tirsdag 15. oktober 2013

Where on Google Earth #405

Lusi made a difficult one this time, with little visible geology and not many clues as to where in the world it was. In the end I managed to convince myself that it had to be in Balochistan, Pakistan, and searched around until I found the epicenter of a large recent earthquake.

This time will be a bit different.

Admittedly there aren't that many clues, but I have picked something from classic history. No, not a battle site nor the site of a long-lost city. Something relevant. ;)

As always, the task is to find out where it is, what it is, and post it in a comment here.
Whoever first supplies the (or "a") correct answer, gets to host the next WoGE.

Previous WoGEs are collected by Felix on his blog and a KML file, along with the "rules".

A week later and time for a hint or two:

It may not look much like it, but this has to do with colour. Something was named for a colour and gave name to a texture.

Oblique view of one of the - well, that would give it all away?

12 kommentarer:

  1. Well, all places are relevant!

    For example ... I know, for a fact, that my name, correctly written, is relevant *to me* (at least)! ;)

    By the way ... should I "follow the shadows" or ...

  2. I figured that this one doesn't NEED extra trickery, so the shadows are on the "correct" side.

  3. Svar
    1. Denne kommentaren har blitt fjernet av forfatteren.

  4. Impressive, Luis!

    Unfortunately, after looking carefully around the area where the solution is, it's not even close. :(

    And it's too early to give clear hints, or even cryptic ones. ;)

  5. Well, close or not, until I see some hints (and one that really helps me) I'm done with this one! 2 hours with GE (plus 1 yesterday) is too much for me (and my eyes)!

  6. Oh, I've given two hints already: Something geology-related from classic history... ;)

  7. Hi guys,
    Found it:
    27°12'60.00"N / 33°15'60.00"E
    After searching the ancient silk road, i decided to go for egyptian tombs which lead to the right place even thou it's no tomb.

    This WOGE show the site of quarrys active during ancient egyptian and roman times. Andesite–dacite porphyry and granite was mined to produce ornamental stones. The paths on the mountain slopes in the second picture are slipways where dimension stones were transported in ancient egypt.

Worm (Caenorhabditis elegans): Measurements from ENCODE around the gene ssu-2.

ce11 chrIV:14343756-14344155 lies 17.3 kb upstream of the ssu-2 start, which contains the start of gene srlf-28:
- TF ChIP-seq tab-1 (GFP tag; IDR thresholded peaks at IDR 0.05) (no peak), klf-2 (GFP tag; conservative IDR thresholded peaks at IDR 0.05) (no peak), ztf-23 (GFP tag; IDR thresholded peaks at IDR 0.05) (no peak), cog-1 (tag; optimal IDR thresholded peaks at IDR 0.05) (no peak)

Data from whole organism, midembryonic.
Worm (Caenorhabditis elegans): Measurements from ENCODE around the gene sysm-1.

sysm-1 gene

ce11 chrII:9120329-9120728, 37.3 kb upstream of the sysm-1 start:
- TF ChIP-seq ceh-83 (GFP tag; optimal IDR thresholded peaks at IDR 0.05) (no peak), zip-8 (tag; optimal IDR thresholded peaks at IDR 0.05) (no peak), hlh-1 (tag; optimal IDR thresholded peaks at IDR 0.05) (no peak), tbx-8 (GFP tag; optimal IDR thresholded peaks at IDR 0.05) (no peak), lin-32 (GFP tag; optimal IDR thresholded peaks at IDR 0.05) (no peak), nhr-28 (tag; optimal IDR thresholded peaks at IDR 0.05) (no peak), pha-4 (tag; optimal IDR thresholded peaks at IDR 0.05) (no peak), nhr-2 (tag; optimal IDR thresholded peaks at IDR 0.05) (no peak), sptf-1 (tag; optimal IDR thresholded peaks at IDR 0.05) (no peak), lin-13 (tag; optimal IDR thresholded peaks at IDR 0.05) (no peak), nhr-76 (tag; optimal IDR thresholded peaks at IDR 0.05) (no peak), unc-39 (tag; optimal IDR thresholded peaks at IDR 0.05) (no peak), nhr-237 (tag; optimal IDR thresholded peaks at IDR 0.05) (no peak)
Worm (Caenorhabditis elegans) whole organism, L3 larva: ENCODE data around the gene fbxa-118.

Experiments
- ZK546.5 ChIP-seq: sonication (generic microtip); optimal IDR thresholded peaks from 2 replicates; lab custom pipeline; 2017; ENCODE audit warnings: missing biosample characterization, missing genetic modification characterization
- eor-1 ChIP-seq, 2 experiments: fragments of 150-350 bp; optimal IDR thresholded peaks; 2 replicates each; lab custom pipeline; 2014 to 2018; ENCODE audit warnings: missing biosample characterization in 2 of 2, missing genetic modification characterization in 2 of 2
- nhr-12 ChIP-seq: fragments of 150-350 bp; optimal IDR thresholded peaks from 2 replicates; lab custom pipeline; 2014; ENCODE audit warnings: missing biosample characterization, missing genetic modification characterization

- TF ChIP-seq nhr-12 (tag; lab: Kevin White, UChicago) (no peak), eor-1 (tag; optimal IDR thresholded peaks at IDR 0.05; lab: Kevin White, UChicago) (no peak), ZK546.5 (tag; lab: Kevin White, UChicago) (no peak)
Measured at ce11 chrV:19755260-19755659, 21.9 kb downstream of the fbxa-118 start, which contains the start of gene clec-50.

8. veidos, your location is correct but your chronology is off by a couple of centuries. Also, this porphyry is rather special - care to elaborate?

  9. Sure, somehow skipped wikipedia in my search.

    About the active period i am not really wrong, but the main focus should lie in roman times. The quarry is called "Gabal Abu Dukhan" and Pliny the Elder mentioned the porphyry in his "Naturalis Historia". It was known as "Imperial porphyry" and used for red togas on busts of emperors as well as for columns all over Rome and Byzantine (e.g. at Hagia Sophia).

    for ancient egyptien quarrys visit this site, there is even a map of the quarry site in a .pdf showing the housing areas of the workers.

  10. Small objects made of red porphyry are known from ancient Egyptian sites, but these were all made from small stones or boulders found in teh desert. The source of these pretty red rocks was unknown until 18 AD, when a Roman legionary named Caius Cominius Leugas found the source in one of the most inhospitable and inaccessible places in Egypt's Eastern Desert. Not being easily deterred by mere physical and geographical hardships, the Romans soon had several quarries operating here. The one served by the ramp in picture #2 is called the "Lykabettos Quarry".

    The quarries were worked until about the 4th century, and were then lost. Several attempts were made to find them, but it was only when the Eastern Desert was reopened for study under Muhammad Ali that the site was rediscovered by Burton and Wilkinson in 1823.
    The strange thing is that the rock was called porphyry because of its red colour. The term "porphyry" is from Greek and means "purple". Purple was the color of royalty, and the "Imperial Porphyry" was a deep purple igneous rock with large crystals of plagioclase. This rock was prized for various monuments and building projects in Imperial Rome and later.

    And now, "porphyritic" means a rock having large crystals in a fine(r)-grained matrix..

    Over to you, veidos!

  11. Thanks, the new one is already online:

    enjoy it,